4:14 a.m. CT
Cockfighting supporters in Oklahoma are taking any steps necessary to prevent voters from having their say on the so-called sport.
They filed a federal lawsuit Tuesday in an effort to keep State Question 687 off the ballot. If the measure is approved, which seems certain considering voter polls, cockfighting would be banned in the state, leaving only New Mexico and Louisiana as legal havens for an activity based on gambling.
Cockfighting proponents contend a ban is unconstitutional because they would be deprived of their property without compensation. This argument seems a bit illogical, since many of the combatants in a cockfight, the birds referred to as property, die while "competing."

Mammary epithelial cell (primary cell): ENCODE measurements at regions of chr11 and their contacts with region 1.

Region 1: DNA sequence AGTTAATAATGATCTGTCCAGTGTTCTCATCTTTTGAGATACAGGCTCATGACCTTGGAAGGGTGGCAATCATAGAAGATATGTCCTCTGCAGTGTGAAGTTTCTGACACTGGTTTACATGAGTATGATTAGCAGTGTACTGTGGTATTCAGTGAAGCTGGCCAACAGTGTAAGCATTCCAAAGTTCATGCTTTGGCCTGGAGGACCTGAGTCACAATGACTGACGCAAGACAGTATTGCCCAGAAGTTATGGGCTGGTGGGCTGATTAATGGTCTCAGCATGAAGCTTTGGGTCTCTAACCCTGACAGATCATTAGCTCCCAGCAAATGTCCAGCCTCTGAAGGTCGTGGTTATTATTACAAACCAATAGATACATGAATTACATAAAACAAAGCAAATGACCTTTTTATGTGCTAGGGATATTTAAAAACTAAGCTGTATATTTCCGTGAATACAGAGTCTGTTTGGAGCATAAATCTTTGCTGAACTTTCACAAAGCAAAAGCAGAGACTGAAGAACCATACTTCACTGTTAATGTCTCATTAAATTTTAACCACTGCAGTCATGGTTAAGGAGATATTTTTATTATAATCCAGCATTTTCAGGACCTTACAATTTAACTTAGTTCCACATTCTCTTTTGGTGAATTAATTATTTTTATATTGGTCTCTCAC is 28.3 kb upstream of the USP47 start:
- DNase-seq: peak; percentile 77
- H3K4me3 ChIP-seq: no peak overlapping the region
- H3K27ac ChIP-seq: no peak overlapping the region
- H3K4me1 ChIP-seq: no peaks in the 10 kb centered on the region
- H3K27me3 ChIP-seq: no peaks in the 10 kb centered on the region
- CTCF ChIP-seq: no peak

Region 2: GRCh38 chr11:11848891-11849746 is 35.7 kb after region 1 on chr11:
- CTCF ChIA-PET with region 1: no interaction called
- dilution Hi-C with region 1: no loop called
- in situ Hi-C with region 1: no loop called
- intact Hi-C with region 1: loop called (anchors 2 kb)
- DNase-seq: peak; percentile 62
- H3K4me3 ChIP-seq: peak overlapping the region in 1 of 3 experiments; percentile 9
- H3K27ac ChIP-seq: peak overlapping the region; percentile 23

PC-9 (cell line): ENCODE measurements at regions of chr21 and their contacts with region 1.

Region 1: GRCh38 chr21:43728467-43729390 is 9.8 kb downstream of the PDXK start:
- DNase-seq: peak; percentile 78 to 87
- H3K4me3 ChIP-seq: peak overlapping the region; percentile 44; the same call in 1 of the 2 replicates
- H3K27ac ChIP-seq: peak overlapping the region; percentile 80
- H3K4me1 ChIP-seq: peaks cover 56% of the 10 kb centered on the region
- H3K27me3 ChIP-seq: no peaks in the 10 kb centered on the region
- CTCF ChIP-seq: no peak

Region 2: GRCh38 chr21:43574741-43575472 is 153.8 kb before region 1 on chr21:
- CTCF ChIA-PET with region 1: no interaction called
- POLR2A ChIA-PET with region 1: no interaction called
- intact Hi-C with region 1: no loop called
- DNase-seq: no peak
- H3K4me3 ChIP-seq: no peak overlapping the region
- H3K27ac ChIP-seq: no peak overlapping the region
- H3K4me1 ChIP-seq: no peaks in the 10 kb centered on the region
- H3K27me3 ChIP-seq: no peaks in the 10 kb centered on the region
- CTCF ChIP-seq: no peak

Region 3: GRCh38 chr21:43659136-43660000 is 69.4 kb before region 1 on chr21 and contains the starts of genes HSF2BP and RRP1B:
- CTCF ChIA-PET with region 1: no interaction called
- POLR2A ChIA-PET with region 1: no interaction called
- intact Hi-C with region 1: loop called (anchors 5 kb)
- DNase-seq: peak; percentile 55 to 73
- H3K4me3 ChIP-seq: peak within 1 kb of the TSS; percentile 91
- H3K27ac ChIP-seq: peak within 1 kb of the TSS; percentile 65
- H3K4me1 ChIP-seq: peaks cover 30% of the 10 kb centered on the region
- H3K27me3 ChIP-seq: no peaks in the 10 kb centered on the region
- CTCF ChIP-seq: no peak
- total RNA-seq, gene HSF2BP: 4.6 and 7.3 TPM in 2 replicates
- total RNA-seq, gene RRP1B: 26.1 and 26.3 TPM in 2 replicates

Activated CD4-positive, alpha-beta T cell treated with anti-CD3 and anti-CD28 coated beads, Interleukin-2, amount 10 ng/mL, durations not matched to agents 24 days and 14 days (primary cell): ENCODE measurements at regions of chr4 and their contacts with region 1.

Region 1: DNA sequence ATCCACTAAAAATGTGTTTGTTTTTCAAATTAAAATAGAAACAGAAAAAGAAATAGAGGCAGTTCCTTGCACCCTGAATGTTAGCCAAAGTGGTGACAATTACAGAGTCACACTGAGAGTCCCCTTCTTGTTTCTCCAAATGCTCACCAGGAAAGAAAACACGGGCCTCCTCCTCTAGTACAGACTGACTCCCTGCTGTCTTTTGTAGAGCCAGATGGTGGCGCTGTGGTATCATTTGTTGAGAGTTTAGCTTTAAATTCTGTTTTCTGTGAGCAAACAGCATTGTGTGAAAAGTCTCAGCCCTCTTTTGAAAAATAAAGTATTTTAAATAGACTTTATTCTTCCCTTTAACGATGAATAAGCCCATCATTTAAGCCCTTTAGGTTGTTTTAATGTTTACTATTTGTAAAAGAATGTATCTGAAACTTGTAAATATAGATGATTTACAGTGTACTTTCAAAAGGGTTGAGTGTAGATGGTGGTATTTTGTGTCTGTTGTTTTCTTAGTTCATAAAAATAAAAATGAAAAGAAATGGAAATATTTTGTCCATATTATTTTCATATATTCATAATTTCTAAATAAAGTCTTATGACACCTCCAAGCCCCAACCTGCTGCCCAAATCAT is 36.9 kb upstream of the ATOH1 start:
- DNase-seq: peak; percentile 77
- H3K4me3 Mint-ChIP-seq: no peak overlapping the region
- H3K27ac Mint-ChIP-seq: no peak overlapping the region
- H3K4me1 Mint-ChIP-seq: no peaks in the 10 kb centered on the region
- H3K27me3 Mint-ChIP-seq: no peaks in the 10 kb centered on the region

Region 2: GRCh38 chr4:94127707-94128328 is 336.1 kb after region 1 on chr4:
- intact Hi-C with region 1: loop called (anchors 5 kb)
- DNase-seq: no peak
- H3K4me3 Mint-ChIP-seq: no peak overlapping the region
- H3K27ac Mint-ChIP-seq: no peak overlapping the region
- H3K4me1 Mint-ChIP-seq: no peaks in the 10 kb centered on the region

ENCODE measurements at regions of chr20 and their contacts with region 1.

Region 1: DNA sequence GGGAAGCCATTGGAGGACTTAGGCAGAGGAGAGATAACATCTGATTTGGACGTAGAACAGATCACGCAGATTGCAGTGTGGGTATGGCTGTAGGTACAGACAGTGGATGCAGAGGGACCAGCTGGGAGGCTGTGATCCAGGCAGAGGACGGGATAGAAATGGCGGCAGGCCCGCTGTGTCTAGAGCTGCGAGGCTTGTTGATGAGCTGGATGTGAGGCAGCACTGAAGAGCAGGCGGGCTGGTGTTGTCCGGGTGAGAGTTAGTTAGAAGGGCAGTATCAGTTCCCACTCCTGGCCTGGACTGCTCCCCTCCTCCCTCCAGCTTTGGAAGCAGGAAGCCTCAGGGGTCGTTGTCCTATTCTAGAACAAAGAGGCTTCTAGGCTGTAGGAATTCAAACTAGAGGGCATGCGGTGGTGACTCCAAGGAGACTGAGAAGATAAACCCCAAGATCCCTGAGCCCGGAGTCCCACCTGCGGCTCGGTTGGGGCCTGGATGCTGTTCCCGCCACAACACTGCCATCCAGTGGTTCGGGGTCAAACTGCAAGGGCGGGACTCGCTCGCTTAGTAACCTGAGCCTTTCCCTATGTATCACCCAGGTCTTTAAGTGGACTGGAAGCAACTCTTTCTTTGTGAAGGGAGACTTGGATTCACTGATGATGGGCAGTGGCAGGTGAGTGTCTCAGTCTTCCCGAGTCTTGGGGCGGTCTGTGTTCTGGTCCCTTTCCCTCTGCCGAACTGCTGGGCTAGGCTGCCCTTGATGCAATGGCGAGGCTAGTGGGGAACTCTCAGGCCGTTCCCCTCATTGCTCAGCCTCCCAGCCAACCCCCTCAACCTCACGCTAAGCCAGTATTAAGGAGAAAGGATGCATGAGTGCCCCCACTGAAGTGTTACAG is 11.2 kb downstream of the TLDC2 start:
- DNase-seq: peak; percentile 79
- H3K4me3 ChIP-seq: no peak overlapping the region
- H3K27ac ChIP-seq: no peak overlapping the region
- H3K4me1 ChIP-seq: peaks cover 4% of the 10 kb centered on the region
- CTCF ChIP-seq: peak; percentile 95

What is really behind the federal lawsuit is an attempt to keep voters from determining for themselves whether cockfighting should remain a legal activity. More than likely, cockfighting supporters know what would happen.
An alert decision
The U.S. House of Representatives should follow the quick and decisive vote in the Senate on Tuesday and provide funding for a national Amber Alert System.
Legislation sponsored by U.S. Sens. Kay Bailey Hutchison, R-Texas, and Dianne Feinstein, D-Calif., breezed through the Senate without dissent. The bill allocates $25 million for creation of a national Amber Alert System similar to systems used in various states, including Texas and Oklahoma, that have met with great success in locating abducted children.
The system combines the efforts of local law enforcement with local media in providing valuable information to the public swiftly.
We urge the House to follow the Senate's lead and
send the president legislation that will enact an effective and invaluable
tool for the entire nation.